Last year, I wrote a blog post on the development and release of Type4Py. Type4Py is a machine learning model for code. In a nutshell, it predicts type annotations for Python source code files and enables developers to add types gradually to their codebases. At the time of the Type4Py release, its deployment was pretty simple. I didn’t use containerization (Docker) and Kubernetes, and the model was deployed on a single machine. There were two clear downsides to the initial deployment approach. First, I could not easily deploy the ML model and its pipeline on another machine. Because I had to install Type4Py and its dependencies on other machines, Second, the ML application could not be scaled well since a single machine’s resources are limited.
Over the past decade, machine learning (ML) has been applied successfully to a variety of tasks such as computer vision and natural language processing. Motivated by this, in recent years, researchers have employed ML techniques to solve code-related problems, including but not limited to, code completion, code generation, program repair, and type inference.
Dynamic programming languages like Python and TypeScript allows developers to optionally define type annotations and benefit from the advantages of static typing such as better code completion, early bug detection, and etc. However, retrofitting types is a cumbersome and error-prone process. To address this, we propose Type4Py, an ML-based type auto-completion for Python. It assists developers to gradually add type annotations to their codebases. In the following, I describe Type4Py’s pipeline, model, deployments, and the development of its VSCode extension and more.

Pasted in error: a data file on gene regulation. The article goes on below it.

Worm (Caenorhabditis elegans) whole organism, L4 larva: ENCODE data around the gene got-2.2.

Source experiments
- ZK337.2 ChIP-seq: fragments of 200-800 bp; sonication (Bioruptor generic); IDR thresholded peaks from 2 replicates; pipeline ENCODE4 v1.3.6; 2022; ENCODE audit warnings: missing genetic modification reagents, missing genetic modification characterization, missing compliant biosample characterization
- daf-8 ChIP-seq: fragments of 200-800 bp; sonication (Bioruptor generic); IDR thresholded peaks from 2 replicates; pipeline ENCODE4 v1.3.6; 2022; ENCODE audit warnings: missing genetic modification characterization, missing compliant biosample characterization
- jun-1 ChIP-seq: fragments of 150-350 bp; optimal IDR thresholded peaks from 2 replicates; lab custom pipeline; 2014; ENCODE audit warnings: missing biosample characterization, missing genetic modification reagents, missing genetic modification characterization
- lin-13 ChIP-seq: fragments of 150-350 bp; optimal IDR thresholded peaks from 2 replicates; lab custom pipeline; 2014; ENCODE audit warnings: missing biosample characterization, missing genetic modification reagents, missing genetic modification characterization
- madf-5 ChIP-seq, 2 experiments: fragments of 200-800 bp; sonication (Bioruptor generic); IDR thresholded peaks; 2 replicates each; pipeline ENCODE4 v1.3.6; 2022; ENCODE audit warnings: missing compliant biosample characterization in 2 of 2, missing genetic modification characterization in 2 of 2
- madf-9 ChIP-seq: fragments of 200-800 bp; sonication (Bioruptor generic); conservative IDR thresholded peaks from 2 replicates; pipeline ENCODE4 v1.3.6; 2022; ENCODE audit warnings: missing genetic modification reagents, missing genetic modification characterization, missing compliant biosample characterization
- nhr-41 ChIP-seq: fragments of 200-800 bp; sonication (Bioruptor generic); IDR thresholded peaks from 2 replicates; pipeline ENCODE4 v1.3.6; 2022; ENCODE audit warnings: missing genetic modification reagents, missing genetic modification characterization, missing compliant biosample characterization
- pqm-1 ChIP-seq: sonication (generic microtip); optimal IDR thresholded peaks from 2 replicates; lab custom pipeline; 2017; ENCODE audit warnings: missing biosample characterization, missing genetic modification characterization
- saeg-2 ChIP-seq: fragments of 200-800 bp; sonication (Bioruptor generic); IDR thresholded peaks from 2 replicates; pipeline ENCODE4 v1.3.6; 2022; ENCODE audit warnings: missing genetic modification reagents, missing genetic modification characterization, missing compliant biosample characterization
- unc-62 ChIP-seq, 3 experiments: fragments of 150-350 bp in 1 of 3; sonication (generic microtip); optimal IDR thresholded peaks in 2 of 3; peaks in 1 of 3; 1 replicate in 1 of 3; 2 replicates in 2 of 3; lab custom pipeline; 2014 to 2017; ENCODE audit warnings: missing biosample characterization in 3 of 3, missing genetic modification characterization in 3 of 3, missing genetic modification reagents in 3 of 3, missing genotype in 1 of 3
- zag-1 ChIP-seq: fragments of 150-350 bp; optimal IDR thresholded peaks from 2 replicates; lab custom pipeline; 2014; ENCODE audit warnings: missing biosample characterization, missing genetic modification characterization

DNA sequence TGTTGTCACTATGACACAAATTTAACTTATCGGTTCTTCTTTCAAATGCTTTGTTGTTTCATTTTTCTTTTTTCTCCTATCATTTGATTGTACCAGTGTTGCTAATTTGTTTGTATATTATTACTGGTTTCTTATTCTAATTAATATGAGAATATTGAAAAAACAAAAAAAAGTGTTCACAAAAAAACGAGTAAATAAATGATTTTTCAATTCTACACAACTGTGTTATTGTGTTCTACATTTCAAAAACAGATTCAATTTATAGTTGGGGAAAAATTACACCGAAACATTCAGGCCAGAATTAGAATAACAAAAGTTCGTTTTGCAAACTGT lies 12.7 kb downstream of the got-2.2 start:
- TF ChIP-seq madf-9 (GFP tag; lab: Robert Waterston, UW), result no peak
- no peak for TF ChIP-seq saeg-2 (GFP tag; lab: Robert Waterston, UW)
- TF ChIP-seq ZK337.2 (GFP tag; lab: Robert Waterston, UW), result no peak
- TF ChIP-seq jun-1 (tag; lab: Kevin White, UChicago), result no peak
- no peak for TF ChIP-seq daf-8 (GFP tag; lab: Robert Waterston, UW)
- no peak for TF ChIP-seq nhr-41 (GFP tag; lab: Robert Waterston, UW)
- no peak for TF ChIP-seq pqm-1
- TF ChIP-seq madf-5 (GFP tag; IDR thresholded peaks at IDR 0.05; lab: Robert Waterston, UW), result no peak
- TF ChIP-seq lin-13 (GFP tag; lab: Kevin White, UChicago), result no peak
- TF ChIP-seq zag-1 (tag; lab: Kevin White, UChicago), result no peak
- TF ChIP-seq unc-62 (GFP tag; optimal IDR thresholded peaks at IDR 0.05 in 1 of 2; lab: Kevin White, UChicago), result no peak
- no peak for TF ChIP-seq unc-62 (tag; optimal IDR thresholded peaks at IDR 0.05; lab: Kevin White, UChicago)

In this post, I share my thoughts on the importance of writing skill in Academia. Currently, I’m a PhD student. So a large part of my job is to write papers and a thesis at the end. I don’t consider myself a good writer by any means, though I got compliments about my writing from some people. This post is useful mostly for novice researchers like PhD students and also people who want to consider a research career in Academia.
I’m back again with another post after a long time! I’m currently a second-year PhD student in software engineering at TU Delft. Since last summer, I wanted to write a blog post for giving some tips to PhD students. You might now call me a “lazy person”!! 😀 but I tweeted some short tips a while ago. However, on Twitter, it’s not possible to explain things and give examples. I’m also writing this post to remind myself of the below tips, given that I haven’t finished my PhD yet. Without further ado, let’s talk about the tips:
Nowadays, most people use scikit-learn for machine learning projects. Because scikit-learn is a top quality ML package for Python and lets you use a machine learning algorithm in several lines of Python code, which is great!
As a machine learning researcher, I personally like to try and use other machine learning libraries. It’s good to have knowledge of other ML libraries in your arsenal. Since I used C++ for my projects, I decided to try a C++ machine learning library.